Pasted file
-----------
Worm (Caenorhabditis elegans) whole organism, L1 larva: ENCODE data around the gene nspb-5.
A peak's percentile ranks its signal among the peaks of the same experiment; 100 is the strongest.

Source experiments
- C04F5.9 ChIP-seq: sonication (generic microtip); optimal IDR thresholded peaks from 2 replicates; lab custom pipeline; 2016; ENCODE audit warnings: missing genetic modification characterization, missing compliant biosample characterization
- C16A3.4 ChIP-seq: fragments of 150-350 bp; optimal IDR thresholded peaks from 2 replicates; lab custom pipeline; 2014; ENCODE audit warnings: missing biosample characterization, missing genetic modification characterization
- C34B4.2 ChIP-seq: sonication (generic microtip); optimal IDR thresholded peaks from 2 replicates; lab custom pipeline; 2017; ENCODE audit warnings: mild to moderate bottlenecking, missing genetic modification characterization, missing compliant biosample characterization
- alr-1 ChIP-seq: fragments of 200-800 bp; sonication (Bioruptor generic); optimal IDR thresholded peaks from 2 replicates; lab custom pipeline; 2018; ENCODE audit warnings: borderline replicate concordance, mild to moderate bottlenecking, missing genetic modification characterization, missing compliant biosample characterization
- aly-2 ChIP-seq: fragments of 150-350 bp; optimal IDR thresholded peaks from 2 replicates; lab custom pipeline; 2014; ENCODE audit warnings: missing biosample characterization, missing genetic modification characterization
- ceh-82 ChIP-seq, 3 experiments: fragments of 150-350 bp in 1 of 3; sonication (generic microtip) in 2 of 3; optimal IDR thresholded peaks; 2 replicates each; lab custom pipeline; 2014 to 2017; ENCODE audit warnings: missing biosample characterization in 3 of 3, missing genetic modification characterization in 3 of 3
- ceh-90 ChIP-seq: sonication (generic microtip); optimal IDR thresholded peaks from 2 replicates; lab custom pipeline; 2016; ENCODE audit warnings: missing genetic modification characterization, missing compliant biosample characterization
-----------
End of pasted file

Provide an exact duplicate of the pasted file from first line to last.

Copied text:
Worm (Caenorhabditis elegans) whole organism, L1 larva: ENCODE data around the gene nspb-5.
A peak's percentile ranks its signal among the peaks of the same experiment; 100 is the strongest.

Source experiments
- C04F5.9 ChIP-seq: sonication (generic microtip); optimal IDR thresholded peaks from 2 replicates; lab custom pipeline; 2016; ENCODE audit warnings: missing genetic modification characterization, missing compliant biosample characterization
- C16A3.4 ChIP-seq: fragments of 150-350 bp; optimal IDR thresholded peaks from 2 replicates; lab custom pipeline; 2014; ENCODE audit warnings: missing biosample characterization, missing genetic modification characterization
- C34B4.2 ChIP-seq: sonication (generic microtip); optimal IDR thresholded peaks from 2 replicates; lab custom pipeline; 2017; ENCODE audit warnings: mild to moderate bottlenecking, missing genetic modification characterization, missing compliant biosample characterization
- alr-1 ChIP-seq: fragments of 200-800 bp; sonication (Bioruptor generic); optimal IDR thresholded peaks from 2 replicates; lab custom pipeline; 2018; ENCODE audit warnings: borderline replicate concordance, mild to moderate bottlenecking, missing genetic modification characterization, missing compliant biosample characterization
- aly-2 ChIP-seq: fragments of 150-350 bp; optimal IDR thresholded peaks from 2 replicates; lab custom pipeline; 2014; ENCODE audit warnings: missing biosample characterization, missing genetic modification characterization
- ceh-82 ChIP-seq, 3 experiments: fragments of 150-350 bp in 1 of 3; sonication (generic microtip) in 2 of 3; optimal IDR thresholded peaks; 2 replicates each; lab custom pipeline; 2014 to 2017; ENCODE audit warnings: missing biosample characterization in 3 of 3, missing genetic modification characterization in 3 of 3
- ceh-90 ChIP-seq: sonication (generic microtip); optimal IDR thresholded peaks from 2 replicates; lab custom pipeline; 2016; ENCODE audit warnings: missing genetic modification characterization, missing compliant biosample characterization